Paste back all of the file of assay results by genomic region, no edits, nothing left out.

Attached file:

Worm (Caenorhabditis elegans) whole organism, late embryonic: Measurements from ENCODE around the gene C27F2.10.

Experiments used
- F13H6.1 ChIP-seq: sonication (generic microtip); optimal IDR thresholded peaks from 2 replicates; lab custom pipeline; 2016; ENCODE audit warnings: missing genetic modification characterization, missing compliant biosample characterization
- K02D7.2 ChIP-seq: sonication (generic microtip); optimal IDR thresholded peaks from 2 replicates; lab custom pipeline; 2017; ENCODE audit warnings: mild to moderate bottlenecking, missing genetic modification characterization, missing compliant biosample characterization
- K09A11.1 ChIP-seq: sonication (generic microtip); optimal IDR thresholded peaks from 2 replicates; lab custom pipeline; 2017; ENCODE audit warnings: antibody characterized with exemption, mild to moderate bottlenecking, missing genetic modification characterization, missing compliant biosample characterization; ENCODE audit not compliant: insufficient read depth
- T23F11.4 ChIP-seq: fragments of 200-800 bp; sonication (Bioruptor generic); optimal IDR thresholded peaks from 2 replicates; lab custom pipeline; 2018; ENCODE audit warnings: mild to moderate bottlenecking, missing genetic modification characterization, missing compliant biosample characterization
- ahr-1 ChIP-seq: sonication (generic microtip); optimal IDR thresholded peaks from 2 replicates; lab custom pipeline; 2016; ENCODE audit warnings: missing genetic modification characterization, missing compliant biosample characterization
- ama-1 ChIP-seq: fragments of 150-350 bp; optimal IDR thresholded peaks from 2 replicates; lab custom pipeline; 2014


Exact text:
Worm (Caenorhabditis elegans) whole organism, late embryonic: Measurements from ENCODE around the gene C27F2.10.

Experiments used
- F13H6.1 ChIP-seq: sonication (generic microtip); optimal IDR thresholded peaks from 2 replicates; lab custom pipeline; 2016; ENCODE audit warnings: missing genetic modification characterization, missing compliant biosample characterization
- K02D7.2 ChIP-seq: sonication (generic microtip); optimal IDR thresholded peaks from 2 replicates; lab custom pipeline; 2017; ENCODE audit warnings: mild to moderate bottlenecking, missing genetic modification characterization, missing compliant biosample characterization
- K09A11.1 ChIP-seq: sonication (generic microtip); optimal IDR thresholded peaks from 2 replicates; lab custom pipeline; 2017; ENCODE audit warnings: antibody characterized with exemption, mild to moderate bottlenecking, missing genetic modification characterization, missing compliant biosample characterization; ENCODE audit not compliant: insufficient read depth
- T23F11.4 ChIP-seq: fragments of 200-800 bp; sonication (Bioruptor generic); optimal IDR thresholded peaks from 2 replicates; lab custom pipeline; 2018; ENCODE audit warnings: mild to moderate bottlenecking, missing genetic modification characterization, missing compliant biosample characterization
- ahr-1 ChIP-seq: sonication (generic microtip); optimal IDR thresholded peaks from 2 replicates; lab custom pipeline; 2016; ENCODE audit warnings: missing genetic modification characterization, missing compliant biosample characterization
- ama-1 ChIP-seq: fragments of 150-350 bp; optimal IDR thresholded peaks from 2 replicates; lab custom pipeline; 2014